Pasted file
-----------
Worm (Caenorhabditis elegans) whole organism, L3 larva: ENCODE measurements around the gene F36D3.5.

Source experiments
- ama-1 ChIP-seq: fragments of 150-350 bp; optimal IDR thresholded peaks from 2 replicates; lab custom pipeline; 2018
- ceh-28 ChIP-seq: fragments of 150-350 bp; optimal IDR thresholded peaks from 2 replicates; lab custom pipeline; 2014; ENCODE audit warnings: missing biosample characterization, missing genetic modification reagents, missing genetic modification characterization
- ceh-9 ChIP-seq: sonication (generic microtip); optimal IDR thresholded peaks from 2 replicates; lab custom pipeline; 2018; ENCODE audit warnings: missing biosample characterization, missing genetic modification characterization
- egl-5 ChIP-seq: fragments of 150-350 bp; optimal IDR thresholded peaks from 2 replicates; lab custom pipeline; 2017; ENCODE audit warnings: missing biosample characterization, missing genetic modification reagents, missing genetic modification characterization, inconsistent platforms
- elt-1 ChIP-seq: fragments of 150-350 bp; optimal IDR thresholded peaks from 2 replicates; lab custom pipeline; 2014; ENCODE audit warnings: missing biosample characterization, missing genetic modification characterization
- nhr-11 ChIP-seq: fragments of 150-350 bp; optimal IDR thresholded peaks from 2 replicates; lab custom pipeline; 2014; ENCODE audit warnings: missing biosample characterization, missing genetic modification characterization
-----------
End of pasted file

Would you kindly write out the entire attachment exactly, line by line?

Worm (Caenorhabditis elegans) whole organism, L3 larva: ENCODE measurements around the gene F36D3.5.

Source experiments
- ama-1 ChIP-seq: fragments of 150-350 bp; optimal IDR thresholded peaks from 2 replicates; lab custom pipeline; 2018
- ceh-28 ChIP-seq: fragments of 150-350 bp; optimal IDR thresholded peaks from 2 replicates; lab custom pipeline; 2014; ENCODE audit warnings: missing biosample characterization, missing genetic modification reagents, missing genetic modification characterization
- ceh-9 ChIP-seq: sonication (generic microtip); optimal IDR thresholded peaks from 2 replicates; lab custom pipeline; 2018; ENCODE audit warnings: missing biosample characterization, missing genetic modification characterization
- egl-5 ChIP-seq: fragments of 150-350 bp; optimal IDR thresholded peaks from 2 replicates; lab custom pipeline; 2017; ENCODE audit warnings: missing biosample characterization, missing genetic modification reagents, missing genetic modification characterization, inconsistent platforms
- elt-1 ChIP-seq: fragments of 150-350 bp; optimal IDR thresholded peaks from 2 replicates; lab custom pipeline; 2014; ENCODE audit warnings: missing biosample characterization, missing genetic modification characterization
- nhr-11 ChIP-seq: fragments of 150-350 bp; optimal IDR thresholded peaks from 2 replicates; lab custom pipeline; 2014; ENCODE audit warnings: missing biosample characterization, missing genetic modification characterization